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Web Design for Physical Disabilities

written by: Summer Banks•edited by: Robin L.•updated: 11/18/2008

Physical disabilities are wide and varied. They range from temporary cases like a broken arm to the more severe cases like the quadriplegic sufferers who cannot use their limbs. The severity of a physical disability determines the accessibility that an individual may have to websites.

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    The common characteristics with all people suffering physical disability is the limited or non-ability to use a computer mouse. This in turn means that the users cannot access information that requires mouse or motor control use. Key principles to ensure easy access and usability during website design for people with physical disabilities:

    All Content Should Be Accessed Through the Keyboard

    Physically disabled users are unable or are limited in the use of a mouse and hence the only website navigation option available to them is the keyboard. Some mouse-dependent functions will no doubt pose problems for the keyboard users.

    Give A:Focus States to Links

    A:focus for the links is an important navigation detail for all keyboard users as they rely on it for all interaction when surfing the websites. This is the case where a different styled text is assigned to the link, such that colors and other aspects take on different forms upon receiving the tab focus. This makes it clear that there is a person trying to navigate the page. The link that is focus enabled is highlighted in color while that without focus capabilities remain in a grey shade.

    Give Evident Skip Links

    Skip links are particular link types that are evident when they get focus and help the disabled users a great deal. Since the keyboard user must keep tabbing in order to navigate the webpage to access the link that interests them, the skip link bypasses lengthy navigation by reducing the time that a user should press a key in order to activate links that are located in the main content page.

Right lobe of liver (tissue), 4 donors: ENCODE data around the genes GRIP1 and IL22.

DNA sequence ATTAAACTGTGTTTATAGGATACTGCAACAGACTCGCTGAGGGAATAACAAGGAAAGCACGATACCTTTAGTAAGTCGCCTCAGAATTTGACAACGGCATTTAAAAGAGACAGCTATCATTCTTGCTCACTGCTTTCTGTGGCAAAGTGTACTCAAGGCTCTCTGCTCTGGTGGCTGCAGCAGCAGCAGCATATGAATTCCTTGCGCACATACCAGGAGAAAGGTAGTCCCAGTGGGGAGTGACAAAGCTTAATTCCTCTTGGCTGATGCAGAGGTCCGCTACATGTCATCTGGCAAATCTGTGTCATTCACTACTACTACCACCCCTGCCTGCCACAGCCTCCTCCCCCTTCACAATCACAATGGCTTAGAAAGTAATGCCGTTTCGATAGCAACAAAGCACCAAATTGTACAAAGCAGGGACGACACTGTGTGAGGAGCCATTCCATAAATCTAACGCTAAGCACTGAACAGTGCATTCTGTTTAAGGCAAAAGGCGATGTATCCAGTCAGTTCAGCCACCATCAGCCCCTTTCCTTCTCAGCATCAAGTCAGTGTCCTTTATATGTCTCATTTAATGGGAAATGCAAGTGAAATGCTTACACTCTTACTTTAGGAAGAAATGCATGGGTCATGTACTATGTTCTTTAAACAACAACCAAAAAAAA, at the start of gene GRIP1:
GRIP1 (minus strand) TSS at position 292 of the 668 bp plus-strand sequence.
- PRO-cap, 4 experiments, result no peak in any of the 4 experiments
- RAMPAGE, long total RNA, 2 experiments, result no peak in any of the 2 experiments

Shun the Use of Moving Targets

    Moving targets like tickers pose challenges for the physically disabled users. This is because the users do not have the motor control and precision required to control the mouse and accurately click on the moving target. The keyboard users, on the other hand, are limited by the time required to focus and hit the moving target. Even when they try, the target often moves out of sight before the keyboard user can hit it.

    Use Large Clicking Areas

    Some physically disabled users use a mouse for website access, however, because their motor control is not as swift as their able-bodied counterparts are, the designers should consider using large text thus making links easier to click on. For enhanced use, the designer should provide enough blank spaces between links. This decreases the error likelihood common when the user clicks on the wrong link.

    Correct Controls and Image Links Naming

    With a voice-control program users are able to surf a website by mentioning words, which activate the matching links and controls. The results of the website rely very much on spoken words. It is therefore very important to ensure that image links and the form buttons are well coded in such a way that the spoken words match the page content displayed. In cases where words that have the same meaning are used, the voice recognition program will trigger results that have the specific word that was spoken. Such happens in words like ‘buy’ and ‘purchase’ among others.

Disabilities and Web Design

Not every Internet user has the same browsing abilities. Some users need special consideration when viewing websites based on physical disabilities.
  1. Disabilities and Web Design - Overview of a Web Development Series
  2. Web Design for the Hearing Impaired
  3. Web Design and Learning and Cognitive Disabilities
  4. Web Design for Physical Disabilities
  5. Web Design and Vision Impairment